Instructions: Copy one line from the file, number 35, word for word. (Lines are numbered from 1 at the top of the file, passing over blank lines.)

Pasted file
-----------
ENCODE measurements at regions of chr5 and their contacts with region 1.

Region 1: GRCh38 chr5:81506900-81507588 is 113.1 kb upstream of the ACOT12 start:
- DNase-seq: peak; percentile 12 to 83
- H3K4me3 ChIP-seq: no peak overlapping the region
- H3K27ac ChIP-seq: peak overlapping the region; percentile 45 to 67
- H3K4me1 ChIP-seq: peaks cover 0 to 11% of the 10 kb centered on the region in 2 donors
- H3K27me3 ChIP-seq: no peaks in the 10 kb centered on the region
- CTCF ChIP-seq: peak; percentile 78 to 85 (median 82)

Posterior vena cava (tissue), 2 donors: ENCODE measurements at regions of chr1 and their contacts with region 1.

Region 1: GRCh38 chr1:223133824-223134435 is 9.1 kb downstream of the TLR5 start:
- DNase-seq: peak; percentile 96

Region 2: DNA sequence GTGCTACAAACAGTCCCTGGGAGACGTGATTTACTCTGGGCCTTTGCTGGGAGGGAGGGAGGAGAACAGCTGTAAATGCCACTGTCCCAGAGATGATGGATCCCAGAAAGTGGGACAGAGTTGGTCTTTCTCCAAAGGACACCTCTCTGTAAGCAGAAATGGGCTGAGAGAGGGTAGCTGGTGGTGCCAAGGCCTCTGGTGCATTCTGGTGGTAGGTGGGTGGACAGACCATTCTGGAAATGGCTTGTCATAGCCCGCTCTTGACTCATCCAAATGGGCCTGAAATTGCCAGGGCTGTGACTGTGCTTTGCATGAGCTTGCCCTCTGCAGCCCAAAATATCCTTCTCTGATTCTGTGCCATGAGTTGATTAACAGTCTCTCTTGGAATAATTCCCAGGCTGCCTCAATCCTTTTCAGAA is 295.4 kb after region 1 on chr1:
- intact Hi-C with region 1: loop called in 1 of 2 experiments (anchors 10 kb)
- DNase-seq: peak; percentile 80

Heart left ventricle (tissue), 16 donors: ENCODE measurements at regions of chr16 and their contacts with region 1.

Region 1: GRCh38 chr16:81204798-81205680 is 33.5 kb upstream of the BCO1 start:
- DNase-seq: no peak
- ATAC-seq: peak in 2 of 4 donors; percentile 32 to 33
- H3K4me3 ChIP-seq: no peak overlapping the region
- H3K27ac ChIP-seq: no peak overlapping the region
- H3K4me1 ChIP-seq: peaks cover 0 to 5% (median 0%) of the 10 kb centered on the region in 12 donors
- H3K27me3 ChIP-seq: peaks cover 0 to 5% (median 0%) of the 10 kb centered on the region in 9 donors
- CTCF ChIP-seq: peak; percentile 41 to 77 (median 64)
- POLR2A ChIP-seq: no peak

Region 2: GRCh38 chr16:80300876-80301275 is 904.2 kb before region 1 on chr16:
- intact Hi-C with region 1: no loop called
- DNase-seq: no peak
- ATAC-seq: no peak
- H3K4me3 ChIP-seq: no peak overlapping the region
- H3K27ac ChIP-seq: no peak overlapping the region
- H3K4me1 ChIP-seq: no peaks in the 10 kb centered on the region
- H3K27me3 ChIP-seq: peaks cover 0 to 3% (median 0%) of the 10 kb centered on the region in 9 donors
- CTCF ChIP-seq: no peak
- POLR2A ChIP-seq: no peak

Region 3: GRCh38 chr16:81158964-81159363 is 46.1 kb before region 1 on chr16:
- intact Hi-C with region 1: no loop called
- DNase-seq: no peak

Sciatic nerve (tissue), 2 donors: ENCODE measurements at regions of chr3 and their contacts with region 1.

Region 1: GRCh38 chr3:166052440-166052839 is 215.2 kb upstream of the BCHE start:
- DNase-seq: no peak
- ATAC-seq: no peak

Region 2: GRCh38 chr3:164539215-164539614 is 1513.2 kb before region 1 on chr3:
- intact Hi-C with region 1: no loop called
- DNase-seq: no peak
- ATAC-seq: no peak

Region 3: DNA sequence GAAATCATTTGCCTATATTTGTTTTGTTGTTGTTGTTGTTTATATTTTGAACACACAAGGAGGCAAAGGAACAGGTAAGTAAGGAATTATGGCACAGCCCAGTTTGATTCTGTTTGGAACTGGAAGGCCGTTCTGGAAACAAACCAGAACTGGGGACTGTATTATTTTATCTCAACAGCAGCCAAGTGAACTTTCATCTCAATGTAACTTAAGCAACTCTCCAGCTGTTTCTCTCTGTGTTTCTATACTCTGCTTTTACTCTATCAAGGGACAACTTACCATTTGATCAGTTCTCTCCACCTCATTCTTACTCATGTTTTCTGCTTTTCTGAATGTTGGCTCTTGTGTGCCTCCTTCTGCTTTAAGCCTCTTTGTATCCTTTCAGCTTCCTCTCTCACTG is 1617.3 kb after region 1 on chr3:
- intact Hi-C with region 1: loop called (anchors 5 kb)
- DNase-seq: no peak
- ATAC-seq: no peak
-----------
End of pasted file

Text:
Region 3: GRCh38 chr16:81158964-81159363 is 46.1 kb before region 1 on chr16: